The answer is simple: it is my privilege to work on behalf of Canadian creators and publishers to make sure their rights and the value of their work are both recognized. In the last few years, workplace gurus have talked a lot about the importance of alignment between your personal values and your work. I feel like I’ve been blessed; this is meaningful work and I cannot imagine doing anything else.

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Late last year, I testified before the Standing Committee on Canadian Heritage for the Study of Remuneration Models for Artists and Creative Industries. I had the honour of being accompanied by one of Canada’s most prolific Young Adult writers, Sylvia McNicoll. Please take a moment to hear her opening statement before the Committee.

During the question period, one of the MPs asked if there might be a middle ground, a way to protect writers and ensure learners in the public sector have access to high quality materials, given limits to funding.

It’s a question I’ve heard (and answered) many times. Sylvia’s response below truly gets to the heart of the issue.

Ms. Sylvia McNicoll:
     I think it’s just obvious that immediately tariffs have to be enforced [1]. That was never a compromise, to say that you could have an educational exemption and not pay anything. That’s full-handed giving them free….

    This has been going on for close to five years. Different schools opted out at different times. They believe now that they are entitled. It will be very difficult. They have no knowledge of ever paying for photocopying or for digitally reproducing materials.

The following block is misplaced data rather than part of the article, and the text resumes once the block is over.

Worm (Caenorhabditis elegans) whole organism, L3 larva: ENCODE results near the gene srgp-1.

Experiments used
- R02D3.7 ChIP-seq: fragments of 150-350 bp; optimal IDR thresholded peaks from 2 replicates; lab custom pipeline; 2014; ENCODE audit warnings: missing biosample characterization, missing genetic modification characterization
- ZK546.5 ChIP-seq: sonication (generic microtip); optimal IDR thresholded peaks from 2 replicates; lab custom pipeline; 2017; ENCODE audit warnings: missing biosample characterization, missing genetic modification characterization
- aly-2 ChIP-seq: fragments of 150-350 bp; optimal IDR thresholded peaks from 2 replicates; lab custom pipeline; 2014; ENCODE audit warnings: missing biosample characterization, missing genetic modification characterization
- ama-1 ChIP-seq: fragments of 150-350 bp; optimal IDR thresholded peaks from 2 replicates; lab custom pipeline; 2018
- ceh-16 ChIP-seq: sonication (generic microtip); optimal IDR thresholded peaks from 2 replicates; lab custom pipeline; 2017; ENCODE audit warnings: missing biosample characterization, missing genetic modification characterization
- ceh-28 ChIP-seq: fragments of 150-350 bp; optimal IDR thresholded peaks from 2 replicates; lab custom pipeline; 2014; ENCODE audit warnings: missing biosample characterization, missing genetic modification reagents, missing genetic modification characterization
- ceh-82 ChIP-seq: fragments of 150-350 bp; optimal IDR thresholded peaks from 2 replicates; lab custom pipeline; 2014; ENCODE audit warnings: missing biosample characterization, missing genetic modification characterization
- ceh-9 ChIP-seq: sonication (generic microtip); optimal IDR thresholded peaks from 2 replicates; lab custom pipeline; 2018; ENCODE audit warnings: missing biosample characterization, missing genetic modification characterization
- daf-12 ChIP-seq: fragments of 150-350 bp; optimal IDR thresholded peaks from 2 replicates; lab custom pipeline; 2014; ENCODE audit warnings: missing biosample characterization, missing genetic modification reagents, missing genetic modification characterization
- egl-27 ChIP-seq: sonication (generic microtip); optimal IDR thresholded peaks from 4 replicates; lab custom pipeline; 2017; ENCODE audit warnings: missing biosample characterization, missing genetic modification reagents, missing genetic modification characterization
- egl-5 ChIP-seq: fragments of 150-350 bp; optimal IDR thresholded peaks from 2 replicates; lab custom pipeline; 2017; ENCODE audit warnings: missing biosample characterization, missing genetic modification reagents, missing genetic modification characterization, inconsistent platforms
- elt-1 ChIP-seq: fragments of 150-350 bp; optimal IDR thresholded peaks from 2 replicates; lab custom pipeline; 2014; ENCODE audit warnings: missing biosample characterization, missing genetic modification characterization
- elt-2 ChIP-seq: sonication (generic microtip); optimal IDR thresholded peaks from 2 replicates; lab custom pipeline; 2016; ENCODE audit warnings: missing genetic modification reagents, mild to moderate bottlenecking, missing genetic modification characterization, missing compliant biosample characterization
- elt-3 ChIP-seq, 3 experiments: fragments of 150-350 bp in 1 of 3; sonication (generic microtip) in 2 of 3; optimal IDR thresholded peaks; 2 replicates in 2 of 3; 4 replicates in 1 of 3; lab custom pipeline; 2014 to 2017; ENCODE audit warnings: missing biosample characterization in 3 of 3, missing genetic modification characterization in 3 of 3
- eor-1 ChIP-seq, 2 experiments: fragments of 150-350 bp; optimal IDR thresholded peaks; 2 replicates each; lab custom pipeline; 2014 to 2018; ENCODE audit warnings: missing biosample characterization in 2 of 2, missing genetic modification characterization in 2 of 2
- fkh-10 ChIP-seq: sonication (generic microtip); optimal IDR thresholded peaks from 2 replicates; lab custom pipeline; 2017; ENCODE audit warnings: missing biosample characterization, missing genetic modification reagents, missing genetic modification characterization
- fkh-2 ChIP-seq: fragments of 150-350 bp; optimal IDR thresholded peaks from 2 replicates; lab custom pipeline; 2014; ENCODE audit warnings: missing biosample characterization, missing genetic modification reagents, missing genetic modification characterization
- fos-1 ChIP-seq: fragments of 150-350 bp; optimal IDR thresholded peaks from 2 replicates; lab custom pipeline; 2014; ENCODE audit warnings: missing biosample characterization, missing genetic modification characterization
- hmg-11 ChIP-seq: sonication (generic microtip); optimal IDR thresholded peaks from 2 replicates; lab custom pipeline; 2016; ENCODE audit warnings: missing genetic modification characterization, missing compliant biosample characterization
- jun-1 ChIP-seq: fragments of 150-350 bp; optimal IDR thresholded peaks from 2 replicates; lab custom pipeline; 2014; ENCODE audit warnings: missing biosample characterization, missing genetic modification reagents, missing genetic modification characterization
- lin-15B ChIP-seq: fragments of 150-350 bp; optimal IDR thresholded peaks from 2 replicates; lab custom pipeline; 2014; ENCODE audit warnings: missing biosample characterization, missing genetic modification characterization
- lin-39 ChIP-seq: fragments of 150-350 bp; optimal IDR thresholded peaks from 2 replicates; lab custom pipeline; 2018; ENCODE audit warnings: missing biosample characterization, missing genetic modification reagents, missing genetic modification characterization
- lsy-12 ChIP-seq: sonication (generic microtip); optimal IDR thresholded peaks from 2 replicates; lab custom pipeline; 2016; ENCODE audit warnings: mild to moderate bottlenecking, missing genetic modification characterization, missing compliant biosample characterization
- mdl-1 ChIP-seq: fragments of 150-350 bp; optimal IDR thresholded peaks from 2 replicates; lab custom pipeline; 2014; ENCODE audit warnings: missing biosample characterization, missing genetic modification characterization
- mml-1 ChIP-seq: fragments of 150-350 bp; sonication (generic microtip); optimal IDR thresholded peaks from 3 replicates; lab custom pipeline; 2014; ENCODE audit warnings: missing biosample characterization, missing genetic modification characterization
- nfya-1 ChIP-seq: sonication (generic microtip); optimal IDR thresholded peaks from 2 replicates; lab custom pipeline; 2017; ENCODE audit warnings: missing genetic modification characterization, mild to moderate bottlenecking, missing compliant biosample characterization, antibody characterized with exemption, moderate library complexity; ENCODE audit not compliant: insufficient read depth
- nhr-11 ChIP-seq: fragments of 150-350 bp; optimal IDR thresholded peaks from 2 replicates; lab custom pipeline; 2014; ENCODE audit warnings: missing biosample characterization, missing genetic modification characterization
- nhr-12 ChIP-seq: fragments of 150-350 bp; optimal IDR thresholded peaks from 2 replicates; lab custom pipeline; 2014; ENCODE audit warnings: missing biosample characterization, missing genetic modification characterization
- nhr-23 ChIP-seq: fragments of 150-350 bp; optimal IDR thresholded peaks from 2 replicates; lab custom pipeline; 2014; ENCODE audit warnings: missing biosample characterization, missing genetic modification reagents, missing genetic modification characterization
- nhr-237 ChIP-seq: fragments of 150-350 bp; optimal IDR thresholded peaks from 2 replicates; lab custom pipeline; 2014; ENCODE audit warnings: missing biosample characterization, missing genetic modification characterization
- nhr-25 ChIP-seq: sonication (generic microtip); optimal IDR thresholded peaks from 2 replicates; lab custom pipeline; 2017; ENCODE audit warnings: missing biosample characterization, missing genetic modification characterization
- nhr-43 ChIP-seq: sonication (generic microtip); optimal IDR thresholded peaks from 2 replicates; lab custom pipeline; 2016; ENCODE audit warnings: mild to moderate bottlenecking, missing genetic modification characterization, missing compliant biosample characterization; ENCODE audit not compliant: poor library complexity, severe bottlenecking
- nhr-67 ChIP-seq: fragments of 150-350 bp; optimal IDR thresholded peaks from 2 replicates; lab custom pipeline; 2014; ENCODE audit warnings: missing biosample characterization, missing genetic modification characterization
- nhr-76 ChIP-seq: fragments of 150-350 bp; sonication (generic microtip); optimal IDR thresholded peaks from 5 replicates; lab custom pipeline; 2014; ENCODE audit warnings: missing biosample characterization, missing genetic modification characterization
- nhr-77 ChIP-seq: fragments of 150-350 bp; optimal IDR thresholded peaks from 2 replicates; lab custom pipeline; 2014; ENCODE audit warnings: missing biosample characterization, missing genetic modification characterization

We need to get the fines, the tariffs, in place, and then we need to rein in this exemption.

Ms. Roanie Levy:
    If I could add something, the system of collective licensing was created precisely so that the entire book doesn’t have to be bought all the time. It provides that means of accessing without having to pay the full price of all books all the time for every student.

     It’s also important to keep in mind—because I think that because of all of the noise we hear about this and all of the efforts that are made to evade having to pay—that we have the sense we’re talking about incredible sums. In the elementary and secondary sector, we’re talking about $2.41 per student per year. Then they could do the copying of their chapters and their 10% to their heart’s content. It’s $2.41 per child per year, and the ministers are still not paying.

    In post-secondary, at most we are talking about $26 per student per year. It’s the price of a pizza. In college, we are talking about $10 per student per year. We’re not talking about sums that would bankrupt anyone, that would add any true additional burden on students whatsoever.

Ms. Sylvia McNicoll:
    May I add that while it’s just a pizza for them, it’s my mortgage, my groceries, and it’s my car payment. Right now, it’s my dental bill.


[1] Since 2012, educational institutions outside of
Quebec have refused to pay royalties under tariffs certified by the Copyright
Board of Canada. This action has deprived creators and publishers of an
important source of income. For example, under the current elementary and
secondary schools tariff, this non-payment results in an annual loss of $9
million in royalties for the copying of published works by K-12 schools.



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Canadian creators and publishers have suffered under the education sector’s copying policies and practices. I believe politicians and policymakers in Ottawa understand the unintended, negative consequences the 2012 changes to the Copyright Act have brought about.

Now, as they prepare their report and recommendations, I hope they’ll remember Sylvia – and the thousands of writers and publishers who are in the same predicament – looking to make their next mortgage payment, book a dentist appointment or pay for groceries.